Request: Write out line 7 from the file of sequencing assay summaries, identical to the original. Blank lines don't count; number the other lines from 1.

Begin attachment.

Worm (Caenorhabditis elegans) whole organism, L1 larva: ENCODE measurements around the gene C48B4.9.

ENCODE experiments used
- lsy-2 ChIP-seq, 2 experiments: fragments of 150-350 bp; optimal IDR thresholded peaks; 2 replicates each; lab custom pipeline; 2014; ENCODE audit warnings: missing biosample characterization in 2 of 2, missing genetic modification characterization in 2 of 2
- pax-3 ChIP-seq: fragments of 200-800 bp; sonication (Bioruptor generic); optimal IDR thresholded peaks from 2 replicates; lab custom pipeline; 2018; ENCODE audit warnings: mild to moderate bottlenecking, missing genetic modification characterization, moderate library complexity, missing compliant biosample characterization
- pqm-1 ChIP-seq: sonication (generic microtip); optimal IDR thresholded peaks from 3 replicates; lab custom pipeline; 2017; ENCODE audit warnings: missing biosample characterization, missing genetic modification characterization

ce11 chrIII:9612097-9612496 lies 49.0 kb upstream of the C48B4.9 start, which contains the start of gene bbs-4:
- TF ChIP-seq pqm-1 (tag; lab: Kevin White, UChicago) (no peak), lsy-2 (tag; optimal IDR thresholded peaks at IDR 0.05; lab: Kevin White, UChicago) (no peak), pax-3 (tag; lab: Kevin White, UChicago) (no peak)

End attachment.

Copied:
- TF ChIP-seq pqm-1 (tag; lab: Kevin White, UChicago) (no peak), lsy-2 (tag; optimal IDR thresholded peaks at IDR 0.05; lab: Kevin White, UChicago) (no peak), pax-3 (tag; lab: Kevin White, UChicago) (no peak)